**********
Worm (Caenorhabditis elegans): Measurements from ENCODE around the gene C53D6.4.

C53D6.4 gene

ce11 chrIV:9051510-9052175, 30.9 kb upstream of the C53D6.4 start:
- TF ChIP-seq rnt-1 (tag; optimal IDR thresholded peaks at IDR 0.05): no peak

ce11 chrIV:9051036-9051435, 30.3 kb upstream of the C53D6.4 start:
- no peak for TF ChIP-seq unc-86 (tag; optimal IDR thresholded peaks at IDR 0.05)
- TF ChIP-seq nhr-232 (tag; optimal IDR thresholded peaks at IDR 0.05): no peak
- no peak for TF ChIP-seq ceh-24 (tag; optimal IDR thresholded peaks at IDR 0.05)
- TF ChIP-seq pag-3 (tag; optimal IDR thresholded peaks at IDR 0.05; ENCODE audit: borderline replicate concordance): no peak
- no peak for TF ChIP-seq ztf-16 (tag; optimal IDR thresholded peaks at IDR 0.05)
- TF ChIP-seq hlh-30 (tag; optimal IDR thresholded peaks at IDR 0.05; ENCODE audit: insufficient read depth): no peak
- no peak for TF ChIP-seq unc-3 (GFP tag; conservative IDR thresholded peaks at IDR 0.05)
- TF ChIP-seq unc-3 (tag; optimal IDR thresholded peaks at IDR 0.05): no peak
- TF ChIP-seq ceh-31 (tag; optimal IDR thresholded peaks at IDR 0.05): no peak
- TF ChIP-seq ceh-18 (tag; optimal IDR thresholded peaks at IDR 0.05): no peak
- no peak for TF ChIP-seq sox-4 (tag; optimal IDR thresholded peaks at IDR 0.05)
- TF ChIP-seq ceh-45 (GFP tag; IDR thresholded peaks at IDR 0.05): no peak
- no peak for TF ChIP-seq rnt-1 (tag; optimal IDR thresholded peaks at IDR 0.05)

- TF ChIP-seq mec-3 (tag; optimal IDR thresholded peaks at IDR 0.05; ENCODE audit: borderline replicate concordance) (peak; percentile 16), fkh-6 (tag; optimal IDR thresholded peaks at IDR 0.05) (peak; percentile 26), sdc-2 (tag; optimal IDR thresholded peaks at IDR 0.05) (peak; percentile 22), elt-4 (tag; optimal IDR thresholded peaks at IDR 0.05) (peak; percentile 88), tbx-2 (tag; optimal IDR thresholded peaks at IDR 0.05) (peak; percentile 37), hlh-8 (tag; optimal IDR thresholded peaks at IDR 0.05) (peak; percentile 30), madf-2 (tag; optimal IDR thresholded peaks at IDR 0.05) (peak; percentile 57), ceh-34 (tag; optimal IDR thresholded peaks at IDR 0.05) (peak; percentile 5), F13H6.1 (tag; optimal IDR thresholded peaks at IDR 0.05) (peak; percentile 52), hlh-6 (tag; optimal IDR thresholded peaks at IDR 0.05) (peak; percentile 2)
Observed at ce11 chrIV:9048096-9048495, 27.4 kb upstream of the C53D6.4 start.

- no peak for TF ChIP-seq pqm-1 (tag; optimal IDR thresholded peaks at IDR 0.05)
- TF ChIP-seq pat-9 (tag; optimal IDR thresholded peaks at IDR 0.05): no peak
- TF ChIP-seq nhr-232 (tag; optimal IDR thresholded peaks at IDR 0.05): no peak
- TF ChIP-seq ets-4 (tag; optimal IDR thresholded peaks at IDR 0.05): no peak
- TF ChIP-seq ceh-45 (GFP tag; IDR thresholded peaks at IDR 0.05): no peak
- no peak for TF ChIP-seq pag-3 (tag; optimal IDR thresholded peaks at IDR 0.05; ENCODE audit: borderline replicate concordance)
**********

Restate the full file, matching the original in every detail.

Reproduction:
Worm (Caenorhabditis elegans): Measurements from ENCODE around the gene C53D6.4.

C53D6.4 gene

ce11 chrIV:9051510-9052175, 30.9 kb upstream of the C53D6.4 start:
- TF ChIP-seq rnt-1 (tag; optimal IDR thresholded peaks at IDR 0.05): no peak

ce11 chrIV:9051036-9051435, 30.3 kb upstream of the C53D6.4 start:
- no peak for TF ChIP-seq unc-86 (tag; optimal IDR thresholded peaks at IDR 0.05)
- TF ChIP-seq nhr-232 (tag; optimal IDR thresholded peaks at IDR 0.05): no peak
- no peak for TF ChIP-seq ceh-24 (tag; optimal IDR thresholded peaks at IDR 0.05)
- TF ChIP-seq pag-3 (tag; optimal IDR thresholded peaks at IDR 0.05; ENCODE audit: borderline replicate concordance): no peak
- no peak for TF ChIP-seq ztf-16 (tag; optimal IDR thresholded peaks at IDR 0.05)
- TF ChIP-seq hlh-30 (tag; optimal IDR thresholded peaks at IDR 0.05; ENCODE audit: insufficient read depth): no peak
- no peak for TF ChIP-seq unc-3 (GFP tag; conservative IDR thresholded peaks at IDR 0.05)
- TF ChIP-seq unc-3 (tag; optimal IDR thresholded peaks at IDR 0.05): no peak
- TF ChIP-seq ceh-31 (tag; optimal IDR thresholded peaks at IDR 0.05): no peak
- TF ChIP-seq ceh-18 (tag; optimal IDR thresholded peaks at IDR 0.05): no peak
- no peak for TF ChIP-seq sox-4 (tag; optimal IDR thresholded peaks at IDR 0.05)
- TF ChIP-seq ceh-45 (GFP tag; IDR thresholded peaks at IDR 0.05): no peak
- no peak for TF ChIP-seq rnt-1 (tag; optimal IDR thresholded peaks at IDR 0.05)

- TF ChIP-seq mec-3 (tag; optimal IDR thresholded peaks at IDR 0.05; ENCODE audit: borderline replicate concordance) (peak; percentile 16), fkh-6 (tag; optimal IDR thresholded peaks at IDR 0.05) (peak; percentile 26), sdc-2 (tag; optimal IDR thresholded peaks at IDR 0.05) (peak; percentile 22), elt-4 (tag; optimal IDR thresholded peaks at IDR 0.05) (peak; percentile 88), tbx-2 (tag; optimal IDR thresholded peaks at IDR 0.05) (peak; percentile 37), hlh-8 (tag; optimal IDR thresholded peaks at IDR 0.05) (peak; percentile 30), madf-2 (tag; optimal IDR thresholded peaks at IDR 0.05) (peak; percentile 57), ceh-34 (tag; optimal IDR thresholded peaks at IDR 0.05) (peak; percentile 5), F13H6.1 (tag; optimal IDR thresholded peaks at IDR 0.05) (peak; percentile 52), hlh-6 (tag; optimal IDR thresholded peaks at IDR 0.05) (peak; percentile 2)
Observed at ce11 chrIV:9048096-9048495, 27.4 kb upstream of the C53D6.4 start.

- no peak for TF ChIP-seq pqm-1 (tag; optimal IDR thresholded peaks at IDR 0.05)
- TF ChIP-seq pat-9 (tag; optimal IDR thresholded peaks at IDR 0.05): no peak
- TF ChIP-seq nhr-232 (tag; optimal IDR thresholded peaks at IDR 0.05): no peak
- TF ChIP-seq ets-4 (tag; optimal IDR thresholded peaks at IDR 0.05): no peak
- TF ChIP-seq ceh-45 (GFP tag; IDR thresholded peaks at IDR 0.05): no peak
- no peak for TF ChIP-seq pag-3 (tag; optimal IDR thresholded peaks at IDR 0.05; ENCODE audit: borderline replicate concordance)